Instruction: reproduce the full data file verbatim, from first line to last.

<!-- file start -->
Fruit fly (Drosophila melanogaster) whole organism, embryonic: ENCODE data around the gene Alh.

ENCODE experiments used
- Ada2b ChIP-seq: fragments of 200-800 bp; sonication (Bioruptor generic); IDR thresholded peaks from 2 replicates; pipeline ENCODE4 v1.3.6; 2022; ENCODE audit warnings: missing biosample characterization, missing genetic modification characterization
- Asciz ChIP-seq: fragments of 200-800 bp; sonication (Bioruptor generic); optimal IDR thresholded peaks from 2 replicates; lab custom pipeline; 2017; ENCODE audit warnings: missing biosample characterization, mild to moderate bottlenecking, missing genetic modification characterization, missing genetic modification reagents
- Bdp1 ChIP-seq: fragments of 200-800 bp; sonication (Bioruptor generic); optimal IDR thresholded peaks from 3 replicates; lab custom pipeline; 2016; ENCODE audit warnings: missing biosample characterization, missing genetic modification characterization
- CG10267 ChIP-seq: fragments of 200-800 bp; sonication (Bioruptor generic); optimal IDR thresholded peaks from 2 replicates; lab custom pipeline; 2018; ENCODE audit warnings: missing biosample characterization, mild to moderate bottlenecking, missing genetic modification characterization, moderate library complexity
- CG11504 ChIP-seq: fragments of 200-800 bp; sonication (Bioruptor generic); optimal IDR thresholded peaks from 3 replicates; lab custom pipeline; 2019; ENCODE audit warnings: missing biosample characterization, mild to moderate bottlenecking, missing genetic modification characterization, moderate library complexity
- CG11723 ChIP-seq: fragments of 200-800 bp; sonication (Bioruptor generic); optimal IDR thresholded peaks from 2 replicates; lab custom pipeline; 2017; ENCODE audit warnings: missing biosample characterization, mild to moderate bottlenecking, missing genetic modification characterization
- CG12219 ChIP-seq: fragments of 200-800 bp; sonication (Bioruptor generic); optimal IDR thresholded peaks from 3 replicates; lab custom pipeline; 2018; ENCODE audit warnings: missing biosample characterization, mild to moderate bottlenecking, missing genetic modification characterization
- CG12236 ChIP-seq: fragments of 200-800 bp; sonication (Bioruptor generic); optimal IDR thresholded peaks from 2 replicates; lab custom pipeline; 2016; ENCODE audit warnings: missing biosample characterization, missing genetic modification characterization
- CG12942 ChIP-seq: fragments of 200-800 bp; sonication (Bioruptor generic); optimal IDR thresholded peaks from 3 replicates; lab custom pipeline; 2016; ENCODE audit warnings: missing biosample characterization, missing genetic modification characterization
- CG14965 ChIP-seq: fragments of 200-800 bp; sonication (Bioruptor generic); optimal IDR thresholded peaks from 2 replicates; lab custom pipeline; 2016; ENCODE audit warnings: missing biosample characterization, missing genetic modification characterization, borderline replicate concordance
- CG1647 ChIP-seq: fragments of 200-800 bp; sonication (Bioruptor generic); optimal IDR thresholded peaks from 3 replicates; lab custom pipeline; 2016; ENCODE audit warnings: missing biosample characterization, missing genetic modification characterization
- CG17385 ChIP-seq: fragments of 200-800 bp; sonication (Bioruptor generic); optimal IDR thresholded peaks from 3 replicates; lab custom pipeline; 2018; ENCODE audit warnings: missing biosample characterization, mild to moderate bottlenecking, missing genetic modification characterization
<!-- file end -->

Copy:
Fruit fly (Drosophila melanogaster) whole organism, embryonic: ENCODE data around the gene Alh.

ENCODE experiments used
- Ada2b ChIP-seq: fragments of 200-800 bp; sonication (Bioruptor generic); IDR thresholded peaks from 2 replicates; pipeline ENCODE4 v1.3.6; 2022; ENCODE audit warnings: missing biosample characterization, missing genetic modification characterization
- Asciz ChIP-seq: fragments of 200-800 bp; sonication (Bioruptor generic); optimal IDR thresholded peaks from 2 replicates; lab custom pipeline; 2017; ENCODE audit warnings: missing biosample characterization, mild to moderate bottlenecking, missing genetic modification characterization, missing genetic modification reagents
- Bdp1 ChIP-seq: fragments of 200-800 bp; sonication (Bioruptor generic); optimal IDR thresholded peaks from 3 replicates; lab custom pipeline; 2016; ENCODE audit warnings: missing biosample characterization, missing genetic modification characterization
- CG10267 ChIP-seq: fragments of 200-800 bp; sonication (Bioruptor generic); optimal IDR thresholded peaks from 2 replicates; lab custom pipeline; 2018; ENCODE audit warnings: missing biosample characterization, mild to moderate bottlenecking, missing genetic modification characterization, moderate library complexity
- CG11504 ChIP-seq: fragments of 200-800 bp; sonication (Bioruptor generic); optimal IDR thresholded peaks from 3 replicates; lab custom pipeline; 2019; ENCODE audit warnings: missing biosample characterization, mild to moderate bottlenecking, missing genetic modification characterization, moderate library complexity
- CG11723 ChIP-seq: fragments of 200-800 bp; sonication (Bioruptor generic); optimal IDR thresholded peaks from 2 replicates; lab custom pipeline; 2017; ENCODE audit warnings: missing biosample characterization, mild to moderate bottlenecking, missing genetic modification characterization
- CG12219 ChIP-seq: fragments of 200-800 bp; sonication (Bioruptor generic); optimal IDR thresholded peaks from 3 replicates; lab custom pipeline; 2018; ENCODE audit warnings: missing biosample characterization, mild to moderate bottlenecking, missing genetic modification characterization
- CG12236 ChIP-seq: fragments of 200-800 bp; sonication (Bioruptor generic); optimal IDR thresholded peaks from 2 replicates; lab custom pipeline; 2016; ENCODE audit warnings: missing biosample characterization, missing genetic modification characterization
- CG12942 ChIP-seq: fragments of 200-800 bp; sonication (Bioruptor generic); optimal IDR thresholded peaks from 3 replicates; lab custom pipeline; 2016; ENCODE audit warnings: missing biosample characterization, missing genetic modification characterization
- CG14965 ChIP-seq: fragments of 200-800 bp; sonication (Bioruptor generic); optimal IDR thresholded peaks from 2 replicates; lab custom pipeline; 2016; ENCODE audit warnings: missing biosample characterization, missing genetic modification characterization, borderline replicate concordance
- CG1647 ChIP-seq: fragments of 200-800 bp; sonication (Bioruptor generic); optimal IDR thresholded peaks from 3 replicates; lab custom pipeline; 2016; ENCODE audit warnings: missing biosample characterization, missing genetic modification characterization
- CG17385 ChIP-seq: fragments of 200-800 bp; sonication (Bioruptor generic); optimal IDR thresholded peaks from 3 replicates; lab custom pipeline; 2018; ENCODE audit warnings: missing biosample characterization, mild to moderate bottlenecking, missing genetic modification characterization